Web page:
Topic: Robert Marquand

Featured

  • Looking back: The Monitor's coverage of 9/11

    Looking back: The Monitor's coverage of 9/11

    Ten years ago, The Monitor had recently moved into a renovated newsroom on the second floor of the venerable Christian Science Publishing Society in Boston. It featured new, modular desks, carpeting instead of linoleum, and many large TV monitors hung from the ceiling. They were tuned to various network and cable channels, but with the sound turned off, normally. So the first indication of a crisis on 9/11 was a chilling silent image of smoke billowing from the North Tower of the World Trade Center, an image that spread from screen to screen across the newsroom. When the second plane hit, 17 minutes after the first, it was clear that the United States was under attack. We had four hours till deadline that day. Four hours in which to try to make sense of what had just happened. Reporters, editors, photographers, editorial writers, columnists, feature writers, even editors and writers of the religious article that appears in the Monitor daily, sprang into action. It was the beginning of days, weeks, and months of reporting and analysis of that incident and its aftermath that would follow. The list below represents some of the most significant reporting and writing we did that day and on subsequent days. The 9/11 stories and images are The Monitor's first draft of the history of that moment. Like most first drafts, some could do with some revising now. But give credit to the swiftness with which they had to be written -- especially those produced that first day and week -- and the decades (if not centuries) of accumulated wisdom, knowledge, and expertise they represent on the part of a staff that worked around the clock to bring them to you.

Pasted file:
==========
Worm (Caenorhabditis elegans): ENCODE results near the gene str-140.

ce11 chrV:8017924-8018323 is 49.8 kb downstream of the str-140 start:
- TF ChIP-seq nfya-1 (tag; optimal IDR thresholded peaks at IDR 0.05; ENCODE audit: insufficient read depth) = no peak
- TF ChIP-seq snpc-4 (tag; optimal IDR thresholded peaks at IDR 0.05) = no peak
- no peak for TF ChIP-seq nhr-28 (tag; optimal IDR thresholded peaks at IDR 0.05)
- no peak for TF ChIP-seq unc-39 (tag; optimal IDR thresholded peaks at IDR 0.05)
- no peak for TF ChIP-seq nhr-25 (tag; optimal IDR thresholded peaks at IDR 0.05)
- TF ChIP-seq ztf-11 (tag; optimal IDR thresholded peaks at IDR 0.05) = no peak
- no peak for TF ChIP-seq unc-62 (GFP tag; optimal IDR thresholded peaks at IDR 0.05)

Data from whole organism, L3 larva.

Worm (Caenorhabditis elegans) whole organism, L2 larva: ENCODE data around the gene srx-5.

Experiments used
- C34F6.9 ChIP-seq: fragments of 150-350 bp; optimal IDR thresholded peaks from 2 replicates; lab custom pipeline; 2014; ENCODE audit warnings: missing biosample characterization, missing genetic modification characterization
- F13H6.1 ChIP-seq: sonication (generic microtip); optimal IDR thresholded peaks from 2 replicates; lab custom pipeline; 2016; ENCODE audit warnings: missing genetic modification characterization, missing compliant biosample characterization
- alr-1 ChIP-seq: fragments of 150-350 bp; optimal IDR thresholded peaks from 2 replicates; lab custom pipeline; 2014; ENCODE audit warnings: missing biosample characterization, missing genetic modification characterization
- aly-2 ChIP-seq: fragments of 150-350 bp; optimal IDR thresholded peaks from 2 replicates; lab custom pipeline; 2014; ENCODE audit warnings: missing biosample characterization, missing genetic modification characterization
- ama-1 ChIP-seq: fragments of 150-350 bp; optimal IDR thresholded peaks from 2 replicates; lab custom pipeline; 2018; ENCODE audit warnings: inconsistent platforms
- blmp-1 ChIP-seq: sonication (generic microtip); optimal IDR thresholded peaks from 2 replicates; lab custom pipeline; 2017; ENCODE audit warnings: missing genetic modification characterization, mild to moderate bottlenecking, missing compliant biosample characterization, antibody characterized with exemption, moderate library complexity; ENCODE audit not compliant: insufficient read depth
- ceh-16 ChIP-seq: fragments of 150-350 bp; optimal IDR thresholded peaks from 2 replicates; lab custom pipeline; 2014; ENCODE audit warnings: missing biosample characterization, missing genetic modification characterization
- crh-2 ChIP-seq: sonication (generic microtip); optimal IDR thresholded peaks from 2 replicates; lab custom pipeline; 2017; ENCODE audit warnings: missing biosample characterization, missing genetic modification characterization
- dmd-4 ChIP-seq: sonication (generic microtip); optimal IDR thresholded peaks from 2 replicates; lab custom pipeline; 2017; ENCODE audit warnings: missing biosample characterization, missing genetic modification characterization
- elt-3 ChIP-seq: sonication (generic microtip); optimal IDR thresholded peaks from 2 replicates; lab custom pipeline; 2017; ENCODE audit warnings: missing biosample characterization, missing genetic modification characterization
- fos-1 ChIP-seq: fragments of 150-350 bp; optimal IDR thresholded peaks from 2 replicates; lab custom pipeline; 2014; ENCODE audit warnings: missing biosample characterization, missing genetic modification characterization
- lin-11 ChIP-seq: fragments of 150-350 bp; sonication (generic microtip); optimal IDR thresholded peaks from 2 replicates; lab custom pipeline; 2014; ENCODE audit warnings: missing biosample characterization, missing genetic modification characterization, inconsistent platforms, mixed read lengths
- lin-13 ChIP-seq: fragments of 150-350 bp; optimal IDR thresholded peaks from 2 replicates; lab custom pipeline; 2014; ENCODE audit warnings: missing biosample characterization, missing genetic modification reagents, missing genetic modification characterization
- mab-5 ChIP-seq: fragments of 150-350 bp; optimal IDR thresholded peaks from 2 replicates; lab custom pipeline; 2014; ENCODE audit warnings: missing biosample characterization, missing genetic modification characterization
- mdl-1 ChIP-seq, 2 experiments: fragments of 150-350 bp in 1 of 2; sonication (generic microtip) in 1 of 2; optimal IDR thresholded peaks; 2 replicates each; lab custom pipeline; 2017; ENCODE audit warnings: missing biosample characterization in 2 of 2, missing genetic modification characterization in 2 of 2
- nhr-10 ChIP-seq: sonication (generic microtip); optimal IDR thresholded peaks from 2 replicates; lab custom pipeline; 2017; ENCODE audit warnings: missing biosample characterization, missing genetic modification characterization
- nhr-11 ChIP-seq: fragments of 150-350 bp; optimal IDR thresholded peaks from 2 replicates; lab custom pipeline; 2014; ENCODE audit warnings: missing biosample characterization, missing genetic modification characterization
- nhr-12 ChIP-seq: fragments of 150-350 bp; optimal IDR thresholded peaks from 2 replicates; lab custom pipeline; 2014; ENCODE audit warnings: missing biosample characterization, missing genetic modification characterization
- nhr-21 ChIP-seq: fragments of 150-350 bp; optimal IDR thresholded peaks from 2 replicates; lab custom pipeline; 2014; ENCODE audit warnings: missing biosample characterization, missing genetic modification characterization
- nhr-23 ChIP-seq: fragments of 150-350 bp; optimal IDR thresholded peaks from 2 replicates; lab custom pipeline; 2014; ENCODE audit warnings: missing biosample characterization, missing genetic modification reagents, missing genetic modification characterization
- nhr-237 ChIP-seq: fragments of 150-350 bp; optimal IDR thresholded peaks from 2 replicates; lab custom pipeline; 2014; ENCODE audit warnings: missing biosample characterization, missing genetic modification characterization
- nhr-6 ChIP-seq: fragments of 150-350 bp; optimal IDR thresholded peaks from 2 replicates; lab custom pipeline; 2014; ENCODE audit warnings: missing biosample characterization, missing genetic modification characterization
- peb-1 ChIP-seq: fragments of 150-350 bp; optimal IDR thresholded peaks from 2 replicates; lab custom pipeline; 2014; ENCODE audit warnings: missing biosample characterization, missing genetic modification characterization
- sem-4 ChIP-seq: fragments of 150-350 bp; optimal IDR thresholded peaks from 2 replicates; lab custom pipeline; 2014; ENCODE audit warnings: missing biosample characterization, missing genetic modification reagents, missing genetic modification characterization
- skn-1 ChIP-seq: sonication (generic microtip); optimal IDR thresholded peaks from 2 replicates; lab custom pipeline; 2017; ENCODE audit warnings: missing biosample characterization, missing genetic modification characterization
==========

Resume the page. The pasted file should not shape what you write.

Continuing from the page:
All Content

  • Good Reads: Qaddafi was right, Bush was right, and FBI is so wrong

    Global News Blog Good Reads: Qaddafi was right, Bush was right, and FBI is so wrong

    Today's Good Reads look into whether Islamists are taking over Libya, as Qaddafi warned, if Bush's war on terror instigated the Arab Spring, and how the FBI is training agents to see mainstream Muslims as radicals.

  • Looking back: The Monitor's coverage of 9/11

    Looking back: The Monitor's coverage of 9/11

    Ten years ago, The Monitor had recently moved into a renovated newsroom on the second floor of the venerable Christian Science Publishing Society in Boston. It featured new, modular desks, carpeting instead of linoleum, and many large TV monitors hung from the ceiling. They were tuned to various network and cable channels, but with the sound turned off, normally. So the first indication of a crisis on 9/11 was a chilling silent image of smoke billowing from the North Tower of the World Trade Center, an image that spread from screen to screen across the newsroom. When the second plane hit, 17 minutes after the first, it was clear that the United States was under attack. We had four hours till deadline that day. Four hours in which to try to make sense of what had just happened. Reporters, editors, photographers, editorial writers, columnists, feature writers, even editors and writers of the religious article that appears in the Monitor daily, sprang into action. It was the beginning of days, weeks, and months of reporting and analysis of that incident and its aftermath that would follow. The list below represents some of the most significant reporting and writing we did that day and on subsequent days. The 9/11 stories and images are The Monitor's first draft of the history of that moment. Like most first drafts, some could do with some revising now. But give credit to the swiftness with which they had to be written -- especially those produced that first day and week -- and the decades (if not centuries) of accumulated wisdom, knowledge, and expertise they represent on the part of a staff that worked around the clock to bring them to you.